Living in a Homeowners Association (HOA) community has many perks. Neighborhoods are managed through rules and regulations in order to maintain or raise property values. Generally, whenever a homeowner wants to make changes to their existing home, they need to get approval from their HOA. Yet, with solar panel installation in North Carolina, it’s not as cut and dry as one might think.
HOA Covenants vs. North Carolina Statute
HOA Covenants or bylaws are usually put into place to keep homes and properties looking uniform within the community. Yet, any covenant written to restrict or prohibit solar panels in order to maintain conformity, will not likely stand up in court. The Statue titled Deed of Restrictions and Other Agreements Prohibiting Solar Collectors (N.C.G.S. §22B-20), addresses solar panel use.
Within the second paragraph of Article 3, it states “any deed restriction, covenant, or similar binding agreement …that would prohibit, or have the effect of prohibiting, the installation of a solar collector…is void and unenforceable.” As clear as that may sound, exceptions within the statute in later paragraphs, allow HOAs to regulate the location of solar collectors.
Exceptions Can Muddle the Interpretation
Paragraph four (D), allows for covenants to be written that can limit the placement of solar panels or collectors. Restrictions can include: The façade of a structure that faces areas open to common or public access, roof surfaces sloping down toward the same common or public access areas, or within the area set off by a line running across the façade of the structure, extending to the property boundaries.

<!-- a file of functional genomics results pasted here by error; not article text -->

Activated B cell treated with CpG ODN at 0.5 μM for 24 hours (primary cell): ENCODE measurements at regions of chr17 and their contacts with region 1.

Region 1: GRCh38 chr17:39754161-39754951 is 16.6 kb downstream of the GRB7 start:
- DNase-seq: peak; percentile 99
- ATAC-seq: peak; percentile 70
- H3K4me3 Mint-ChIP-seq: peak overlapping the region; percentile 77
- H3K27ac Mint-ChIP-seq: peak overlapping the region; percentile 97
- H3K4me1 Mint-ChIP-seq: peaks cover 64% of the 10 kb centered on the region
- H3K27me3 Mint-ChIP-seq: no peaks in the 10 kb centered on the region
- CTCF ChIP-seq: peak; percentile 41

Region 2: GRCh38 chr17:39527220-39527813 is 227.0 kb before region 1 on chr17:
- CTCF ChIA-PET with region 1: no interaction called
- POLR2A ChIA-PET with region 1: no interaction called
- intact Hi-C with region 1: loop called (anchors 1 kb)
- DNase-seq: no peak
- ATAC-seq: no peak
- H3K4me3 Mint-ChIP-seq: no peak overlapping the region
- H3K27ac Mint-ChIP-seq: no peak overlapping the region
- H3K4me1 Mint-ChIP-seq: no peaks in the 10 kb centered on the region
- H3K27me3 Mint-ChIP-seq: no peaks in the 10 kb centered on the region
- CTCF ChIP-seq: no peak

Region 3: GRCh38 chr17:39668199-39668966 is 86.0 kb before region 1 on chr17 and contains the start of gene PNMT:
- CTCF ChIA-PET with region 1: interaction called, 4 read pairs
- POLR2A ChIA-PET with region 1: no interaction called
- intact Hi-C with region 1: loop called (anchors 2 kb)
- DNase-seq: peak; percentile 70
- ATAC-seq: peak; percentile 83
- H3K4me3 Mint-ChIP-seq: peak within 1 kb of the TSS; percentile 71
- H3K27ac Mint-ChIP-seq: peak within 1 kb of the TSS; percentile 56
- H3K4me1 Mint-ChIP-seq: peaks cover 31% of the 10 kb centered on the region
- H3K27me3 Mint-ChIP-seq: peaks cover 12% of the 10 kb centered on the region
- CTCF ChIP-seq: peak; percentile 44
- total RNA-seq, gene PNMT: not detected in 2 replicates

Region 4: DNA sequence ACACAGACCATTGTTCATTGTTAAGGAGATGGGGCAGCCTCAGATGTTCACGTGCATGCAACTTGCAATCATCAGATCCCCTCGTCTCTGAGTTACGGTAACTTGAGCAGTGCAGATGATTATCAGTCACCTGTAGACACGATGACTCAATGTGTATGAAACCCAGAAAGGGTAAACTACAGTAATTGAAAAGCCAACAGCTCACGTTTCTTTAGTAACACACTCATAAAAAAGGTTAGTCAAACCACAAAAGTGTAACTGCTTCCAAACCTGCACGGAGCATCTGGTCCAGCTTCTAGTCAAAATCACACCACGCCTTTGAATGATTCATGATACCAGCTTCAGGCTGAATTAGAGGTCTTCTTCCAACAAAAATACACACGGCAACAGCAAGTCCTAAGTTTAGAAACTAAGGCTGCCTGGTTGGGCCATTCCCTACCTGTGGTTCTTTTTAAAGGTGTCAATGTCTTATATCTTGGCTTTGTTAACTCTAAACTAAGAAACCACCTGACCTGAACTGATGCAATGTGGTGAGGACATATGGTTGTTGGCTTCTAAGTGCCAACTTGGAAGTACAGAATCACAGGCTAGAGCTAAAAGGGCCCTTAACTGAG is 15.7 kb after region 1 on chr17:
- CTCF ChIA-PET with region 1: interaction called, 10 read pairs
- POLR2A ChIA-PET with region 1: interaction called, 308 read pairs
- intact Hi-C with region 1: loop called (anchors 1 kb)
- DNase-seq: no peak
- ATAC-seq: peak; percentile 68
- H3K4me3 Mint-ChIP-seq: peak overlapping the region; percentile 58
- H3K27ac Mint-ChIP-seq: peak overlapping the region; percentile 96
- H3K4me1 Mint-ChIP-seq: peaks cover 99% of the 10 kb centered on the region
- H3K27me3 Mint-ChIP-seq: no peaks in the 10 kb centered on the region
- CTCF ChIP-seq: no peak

Attorneys Phillip Lewis and Michael Hunter wrote an article for the Charlotte Observer regarding the ambiguity of the law. They suggest a covenant regarding location cannot “have the effect of preventing the reasonable use of a solar collector for residential property”. An example would be a restriction that only allowed solar panel placement in basements. Since solar panels need the sun’s rays to work, the provision would be invalid.
After rereading the statute, Lewis suggests that “areas open to common or public access” can include public roads. So if a home is located between two streets and is close to neighboring homes, where can they put their panels or collectors? Given the fuzzy wording within the statute, the attorneys believe the courts would apply the least restrictive reading of the law.
Townhomes and Stacked Condominiums
For HOAs responsible for maintaining building exteriors, solar devices cannot be restricted entirely. The homeowner is responsible for installation, upkeep, and even removal. If any damages occur for any of the before mentioned, it lies on the owner’s shoulders.
For multi-story stacked condos, an HOA can prohibit solar devices all together. However, the law does not address townhome-style condos.
For More Information:
Attorney Michael Hunter represents condominium and community associations in the Charlotte, NC area. You can find his articles at The Charlotte Observer, and his blog at www.CarolinaCommonElements.com.